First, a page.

In this direction, we must remember that Latin America is a region that has historically been constituted as a continent of republics. We have always combined democratic and oligarchic, popular and elitist traits; but we must also recognize that we were the first region in the world composed of nation-states where the republican form of government – with its constitutions and elections – was predominant. With exceptions such as the Brazilian monarchy and before the disappearance of the Empires in Europe at the end of the First World War. Thus, there are a series of identity elements of our history and political organization as national communities that differ from other states and societies such as, for example, China, Russia or Iran.
A fourth trend is a sociocultural globalization. Although globalization has been revised at the level of political and economic blocs, it seems inevitable to understand that there is a globalization of identities, values, and consumption that makes, for example, Latin American youths much more similar to Asian youths than to their own parents. This globalization represents a challenge for Latin America since there is a social diversity that is struggling to be recognized. This occurs by appealing to a profusion of the exercise of rights – which is happening today with youth in the Middle East, Africa, and Asia – that impacts the capacity of established institutions to include and respond to these growing demands of social diversity. With States with limited capacities, stagnant economies, and more heterogeneous and vocal societies, there are tensions in responding to these social demands in terms of public policies and the recognition and construction of citizenship.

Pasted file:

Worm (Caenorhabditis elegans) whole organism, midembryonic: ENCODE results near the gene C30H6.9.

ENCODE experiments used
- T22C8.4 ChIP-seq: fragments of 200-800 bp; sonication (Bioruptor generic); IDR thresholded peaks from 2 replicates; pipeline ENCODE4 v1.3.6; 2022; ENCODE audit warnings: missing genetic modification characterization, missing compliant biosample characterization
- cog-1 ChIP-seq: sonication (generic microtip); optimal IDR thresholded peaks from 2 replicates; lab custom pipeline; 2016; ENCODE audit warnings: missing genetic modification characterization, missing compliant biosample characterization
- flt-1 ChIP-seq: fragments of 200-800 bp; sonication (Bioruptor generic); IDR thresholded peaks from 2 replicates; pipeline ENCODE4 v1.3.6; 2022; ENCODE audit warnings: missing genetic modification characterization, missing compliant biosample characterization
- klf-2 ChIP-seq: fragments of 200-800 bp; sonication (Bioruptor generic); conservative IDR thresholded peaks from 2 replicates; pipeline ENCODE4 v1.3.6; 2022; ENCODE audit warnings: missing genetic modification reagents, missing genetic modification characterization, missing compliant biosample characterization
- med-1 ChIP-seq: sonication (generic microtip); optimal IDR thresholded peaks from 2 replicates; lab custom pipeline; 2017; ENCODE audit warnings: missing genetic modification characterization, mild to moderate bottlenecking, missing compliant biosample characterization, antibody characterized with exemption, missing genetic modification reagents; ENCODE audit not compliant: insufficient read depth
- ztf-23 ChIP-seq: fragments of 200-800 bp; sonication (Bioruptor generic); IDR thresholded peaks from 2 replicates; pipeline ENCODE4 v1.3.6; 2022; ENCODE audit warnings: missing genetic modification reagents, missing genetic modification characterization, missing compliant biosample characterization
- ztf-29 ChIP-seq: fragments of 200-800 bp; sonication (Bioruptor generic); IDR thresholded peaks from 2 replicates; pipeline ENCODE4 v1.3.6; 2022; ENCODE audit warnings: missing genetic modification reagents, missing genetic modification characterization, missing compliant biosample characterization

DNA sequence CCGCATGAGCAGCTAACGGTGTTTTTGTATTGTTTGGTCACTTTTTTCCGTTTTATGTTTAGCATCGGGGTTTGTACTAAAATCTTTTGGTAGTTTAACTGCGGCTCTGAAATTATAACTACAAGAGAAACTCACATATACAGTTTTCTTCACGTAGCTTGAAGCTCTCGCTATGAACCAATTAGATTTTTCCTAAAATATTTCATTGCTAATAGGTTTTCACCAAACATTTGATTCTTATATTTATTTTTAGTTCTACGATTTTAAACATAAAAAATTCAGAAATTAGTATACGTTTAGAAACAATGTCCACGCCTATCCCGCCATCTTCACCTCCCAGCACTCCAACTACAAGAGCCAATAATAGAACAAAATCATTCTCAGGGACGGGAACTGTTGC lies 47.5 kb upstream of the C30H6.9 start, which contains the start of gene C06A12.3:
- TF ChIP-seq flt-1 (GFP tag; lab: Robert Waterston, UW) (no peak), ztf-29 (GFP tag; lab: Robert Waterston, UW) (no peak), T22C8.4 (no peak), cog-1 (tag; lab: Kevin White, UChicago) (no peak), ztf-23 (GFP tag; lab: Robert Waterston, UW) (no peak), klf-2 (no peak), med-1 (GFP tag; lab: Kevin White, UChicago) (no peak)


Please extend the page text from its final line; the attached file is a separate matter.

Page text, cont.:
The last trend – but not the least important, if not the decisive one – is the environmental deterioration that heralds climate change with the possibility of no return. In a megadiverse Latin America, with outstanding countries such as Brazil and Colombia, we still do not know – or even consider – how to achieve inclusive development with environmental protection. In this and previous areas, the great challenges, epistemic, scientific, and political, combine both in the intrinsic complexity of the problem and in the limited capacity of Latin American states to face them effectively today.
*Summarized version of the speech delivered at the International Seminar “Colombia and Latin America in a Changing World: International Relations, Ethics, and Democracy”.
Translated from Spanish by Janaína Ruviaro da Silva